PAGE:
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In this week's episode, we discuss the content of Gavin Hyman's interesting piece in the Cambridge Companion to Atheism entitled, "Atheism in Modern History." In his article, Hyman describes what he considers being an inextricable connection between atheism and modernity. He also explains how the English term "atheism" was first used in 1540 by Sir John Clarke in his translation of Plutarch's On Superstition, and was understood as "a denial of the intervention of divine providence, rather than a denial of the existence of God." It is only in the 18th and 19th centuries that the expression was used in a self-definitional way by French philosopher Denis Diderot, and by Charles Bradlaugh, a British parliamentary member who founded the National Secular Society in 1866.


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In our series on atheism, we examine the question of non-belief in Antiquity. In the first part of this episode, we review Jan N. Bremmer's article in the Cambridge Companion to Atheism on the various ways certain philosophers spoke and defined atheism and/or agnosticism. We then discuss whether or not human beings can be moral without belief in god/gods. Are atheists immoral because of their unbelief? Is good behavior only possible for those who embrace religion? Can non-believers also live meaningful lives or is meaning only to be found through religion? Do people really need to rely on some kind of transcendent reality or supernatural entity(ies) to find true purpose? Ancient and modern critiques argue that morality and meaning do not require one to adopt a religious outlook on life.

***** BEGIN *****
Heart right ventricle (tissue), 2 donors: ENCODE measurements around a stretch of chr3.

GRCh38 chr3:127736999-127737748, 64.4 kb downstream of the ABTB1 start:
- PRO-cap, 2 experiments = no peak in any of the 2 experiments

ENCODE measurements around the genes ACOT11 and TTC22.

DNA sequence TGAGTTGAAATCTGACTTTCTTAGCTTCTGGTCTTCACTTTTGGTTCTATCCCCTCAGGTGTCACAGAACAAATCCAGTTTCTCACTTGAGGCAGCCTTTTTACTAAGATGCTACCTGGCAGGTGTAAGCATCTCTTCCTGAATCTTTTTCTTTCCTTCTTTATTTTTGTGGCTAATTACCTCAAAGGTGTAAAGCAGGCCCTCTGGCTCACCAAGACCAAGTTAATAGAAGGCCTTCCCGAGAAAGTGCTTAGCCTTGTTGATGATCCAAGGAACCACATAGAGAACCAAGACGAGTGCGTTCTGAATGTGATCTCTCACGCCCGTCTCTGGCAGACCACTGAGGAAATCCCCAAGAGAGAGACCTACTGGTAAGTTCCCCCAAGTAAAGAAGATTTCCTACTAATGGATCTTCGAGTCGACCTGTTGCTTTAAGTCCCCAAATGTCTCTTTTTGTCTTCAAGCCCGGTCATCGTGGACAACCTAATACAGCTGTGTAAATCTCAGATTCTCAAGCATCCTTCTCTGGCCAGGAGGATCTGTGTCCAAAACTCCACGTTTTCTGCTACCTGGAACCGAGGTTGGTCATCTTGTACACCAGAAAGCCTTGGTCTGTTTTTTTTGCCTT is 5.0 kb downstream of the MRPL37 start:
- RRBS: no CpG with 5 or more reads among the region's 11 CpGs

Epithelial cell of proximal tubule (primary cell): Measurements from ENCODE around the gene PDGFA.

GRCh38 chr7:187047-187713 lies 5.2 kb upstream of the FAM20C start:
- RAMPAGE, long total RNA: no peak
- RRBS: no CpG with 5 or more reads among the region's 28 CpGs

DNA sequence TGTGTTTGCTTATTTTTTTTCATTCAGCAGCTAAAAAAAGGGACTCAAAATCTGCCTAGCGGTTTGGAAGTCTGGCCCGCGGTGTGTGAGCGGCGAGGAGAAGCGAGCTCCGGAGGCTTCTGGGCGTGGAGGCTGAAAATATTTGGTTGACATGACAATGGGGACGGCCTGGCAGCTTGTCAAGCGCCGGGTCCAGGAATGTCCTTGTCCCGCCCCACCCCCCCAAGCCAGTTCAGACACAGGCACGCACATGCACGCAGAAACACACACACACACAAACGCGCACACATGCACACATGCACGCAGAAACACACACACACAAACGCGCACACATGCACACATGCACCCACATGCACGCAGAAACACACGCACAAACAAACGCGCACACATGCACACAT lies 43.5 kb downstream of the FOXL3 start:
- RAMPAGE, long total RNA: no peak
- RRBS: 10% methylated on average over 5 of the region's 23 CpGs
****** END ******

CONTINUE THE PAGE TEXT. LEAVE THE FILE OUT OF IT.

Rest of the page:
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This week's podcast is dedicated to the social impact of atheism. Some people today are "coming out" as atheists and speak about how religion has negatively affected their lives. They also advocate for a complete separation of government and religion. In the past few years, we have seen the rise of what some call the "New Atheists". Often labelled as radical and outspoken, these individuals have made a tremendous impact on the lives of millions people through their writings; for example, just think of the influential works of the famous "Four Horsemen": Dawkins, Dennett, Hitchens, and Harris. Many other prominent writers, bloggers, and vloggers have now followed their lead. But what exactly is atheism? How does it differ from theism and other forms of beliefs or non-beliefs? These are some of the questions we address in this episode.
 
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In this last episode dedicated to the “hard problem” of consciousness, we ask the question of whether or not we can trace the origin of consciousness. In his controversial book The Origin of Consciousness in the Breakdown of the Bicameral Mind, American psychologist Julian Jaynes hypothesized that at one point in time, human beings had divided cognitive functions, what he called bicarmeralism. He also believed that the shift into consciousness – something which the mind developed – was caused by major social catastrophes which in turn resulted in a breakdown of the bicameral mind. According to Jaynes, contemporary forms bicameralism can still be seen in religious ecstasy, schizophrenia, and hypnotism. We end this episode with final comments about the nature and evolution of consciousness.